New Jersey is poised to legalize recreational marijuana next year, but speakers at the AAA Summit on Impaired Driving urged an audience of some 300 cops, lobbyists and advocates to slow the legislative process down.
“This is a big deal. We’re legalizing a drug for fun without really understanding how to manage the highway safety implications of it. Not to mention all the other political and social issues that come with it,” said Jake Nelson, director of traffic safety advocacy and research for AAA.
Nationally, the number of traffic fatalities involving drug-impaired drivers eclipsed alcohol-impaired drivers in 2015, according to Kansas Trooper Sean Hankins. His state borders Colorado, which legalized weed in 2014. Kansas saw traffic fatalities spike 20 percent last year, he said.
“We have a lot of weed in our state, thanks to Colorado. It’s not a coincidence we have increased number of fatality crashes, because the legalization of marijuana is occurring all across this country,” said Hankins.
But legalization advocates disagree, arguing causation isn’t correlation.
“What it says is, someone at some point in time, like last month or so, used cannabis. And at some point in time was involved in a fatal accident. So they’ve seen an increase in people using cannabis, and fatal accidents, but not a correlation between,” said Bill Caruso who is on the steering committee of the advocacy group New Jersey United for Marijuana Reform.
Police trying to enforce driving laws can’t give a breathalyzer test for marijuana, but last year Kansas studied a portable drug testing device made by Alere that detects recent marijuana use in oral fluids. It’s non-invasive and doesn’t require medical personnel to administer. The device scored a more than 80 percent accuracy rate and could at least help officers evaluate drivers.
“Wouldn’t it be nice to have, if that officer feels, ‘OK, this guy may not be capable of safely operating,’ an additional tool they know they can use roadside to give them some sort of an idea preemptively what might be impairing them at the roadside evaluation,” said Hankins.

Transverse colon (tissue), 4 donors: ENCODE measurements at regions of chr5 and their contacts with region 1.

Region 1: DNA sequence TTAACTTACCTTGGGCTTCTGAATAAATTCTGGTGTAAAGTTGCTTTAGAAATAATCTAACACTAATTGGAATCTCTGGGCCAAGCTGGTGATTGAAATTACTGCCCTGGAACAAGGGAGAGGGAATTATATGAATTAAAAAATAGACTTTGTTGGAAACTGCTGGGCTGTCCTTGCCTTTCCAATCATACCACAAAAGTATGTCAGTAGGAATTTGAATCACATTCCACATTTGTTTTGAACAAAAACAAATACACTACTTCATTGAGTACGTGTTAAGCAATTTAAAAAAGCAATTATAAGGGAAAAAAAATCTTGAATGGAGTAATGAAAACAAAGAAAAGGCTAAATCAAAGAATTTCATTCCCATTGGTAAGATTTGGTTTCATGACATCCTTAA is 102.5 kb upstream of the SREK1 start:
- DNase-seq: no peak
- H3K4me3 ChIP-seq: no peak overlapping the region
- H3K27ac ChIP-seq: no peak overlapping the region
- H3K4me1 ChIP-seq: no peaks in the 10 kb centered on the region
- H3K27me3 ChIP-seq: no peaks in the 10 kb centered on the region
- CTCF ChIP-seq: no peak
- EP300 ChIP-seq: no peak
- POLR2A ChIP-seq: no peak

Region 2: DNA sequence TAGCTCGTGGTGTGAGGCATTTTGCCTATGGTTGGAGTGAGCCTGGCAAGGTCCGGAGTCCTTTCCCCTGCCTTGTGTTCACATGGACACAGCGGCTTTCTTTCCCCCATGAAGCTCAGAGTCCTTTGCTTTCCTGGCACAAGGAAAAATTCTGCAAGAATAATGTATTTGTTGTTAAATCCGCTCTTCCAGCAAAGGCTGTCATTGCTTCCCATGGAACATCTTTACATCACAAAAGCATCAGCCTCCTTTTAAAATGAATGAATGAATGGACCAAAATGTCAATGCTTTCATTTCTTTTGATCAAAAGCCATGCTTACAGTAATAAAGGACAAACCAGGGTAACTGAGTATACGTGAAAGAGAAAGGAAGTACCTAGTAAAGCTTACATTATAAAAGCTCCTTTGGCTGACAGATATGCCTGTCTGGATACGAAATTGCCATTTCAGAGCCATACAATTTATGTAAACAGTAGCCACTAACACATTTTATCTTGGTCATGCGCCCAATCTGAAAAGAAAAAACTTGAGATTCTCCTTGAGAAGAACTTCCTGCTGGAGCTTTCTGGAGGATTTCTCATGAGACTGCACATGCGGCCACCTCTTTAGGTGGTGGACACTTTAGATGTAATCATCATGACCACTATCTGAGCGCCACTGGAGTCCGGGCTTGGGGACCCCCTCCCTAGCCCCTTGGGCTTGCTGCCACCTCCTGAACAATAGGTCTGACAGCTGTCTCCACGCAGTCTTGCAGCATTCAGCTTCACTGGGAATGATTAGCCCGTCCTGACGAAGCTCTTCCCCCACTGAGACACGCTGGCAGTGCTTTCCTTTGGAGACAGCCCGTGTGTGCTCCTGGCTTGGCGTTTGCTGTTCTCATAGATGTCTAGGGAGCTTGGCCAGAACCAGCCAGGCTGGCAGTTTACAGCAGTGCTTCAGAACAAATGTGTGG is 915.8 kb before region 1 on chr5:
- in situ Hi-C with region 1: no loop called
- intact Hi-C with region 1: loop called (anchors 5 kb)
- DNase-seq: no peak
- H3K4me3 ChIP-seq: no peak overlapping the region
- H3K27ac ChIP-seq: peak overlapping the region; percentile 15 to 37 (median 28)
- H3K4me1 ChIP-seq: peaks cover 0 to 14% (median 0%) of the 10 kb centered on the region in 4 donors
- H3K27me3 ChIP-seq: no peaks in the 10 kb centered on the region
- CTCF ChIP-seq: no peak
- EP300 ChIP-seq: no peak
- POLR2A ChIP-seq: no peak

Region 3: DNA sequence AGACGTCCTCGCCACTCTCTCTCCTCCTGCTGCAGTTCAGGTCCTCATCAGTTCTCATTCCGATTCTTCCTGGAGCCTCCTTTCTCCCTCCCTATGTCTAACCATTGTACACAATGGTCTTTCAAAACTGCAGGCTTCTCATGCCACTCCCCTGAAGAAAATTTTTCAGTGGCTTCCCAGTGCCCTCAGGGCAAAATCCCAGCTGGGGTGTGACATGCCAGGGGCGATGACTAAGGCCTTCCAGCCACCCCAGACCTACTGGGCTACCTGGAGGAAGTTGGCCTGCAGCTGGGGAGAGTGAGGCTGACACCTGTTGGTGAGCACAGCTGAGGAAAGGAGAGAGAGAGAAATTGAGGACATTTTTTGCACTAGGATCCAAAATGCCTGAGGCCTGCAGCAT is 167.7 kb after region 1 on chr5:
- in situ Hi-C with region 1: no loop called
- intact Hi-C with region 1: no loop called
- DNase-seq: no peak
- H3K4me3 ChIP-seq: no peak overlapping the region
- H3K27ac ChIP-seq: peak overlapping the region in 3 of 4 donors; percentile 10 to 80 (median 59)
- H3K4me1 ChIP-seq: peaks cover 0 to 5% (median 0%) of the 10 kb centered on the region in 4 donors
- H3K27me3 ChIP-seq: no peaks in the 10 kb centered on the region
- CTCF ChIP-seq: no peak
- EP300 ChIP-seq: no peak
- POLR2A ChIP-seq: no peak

Officials from Colorado agreed and advised New Jersey that legal weed will change the culture here and so rules, regulations and protocols should be in place before that happens. Traffic cops need specific training.
“It’s making sure they’re making good decisions. That they’re not arresting people who shouldn’t be, just because they smell like it, or they’ve recently used it,” said Chris Halsor, an attorney and founder of Understanding Legal Marijuana, LLC.
“I think the culture in Colorado has changed, that without the taboo, more people have access to it than before. I think it is a very high-grade product, that people may not be used to having, and I can get my message to the general public through the industry through the dispensaries,” said Glenn Davis, a highway safety manager in the Office of Transportation Safety and Risk Management at the Colorado Department of Transportation.
The public needs to be educated, too.
Colorado’s launched some funny, safe-driving PSAs that show getting high can impair performance. Meanwhile, agencies continue to gather data about marijuana’s impact on safety and people.
“It’s so very important that this is not a knee jerk reaction with incoming Governor-elect Murphy. We need to really take a look at this. This is going to affect all aspects of our community,” said Mary Pat Angelini, CEO of the Preferred Behavioral Health Group.
That message should be appreciated by the governor-elect. Murphy has said he wants to study other states’ experiences with legalizing marijuana before signing a law in New Jersey.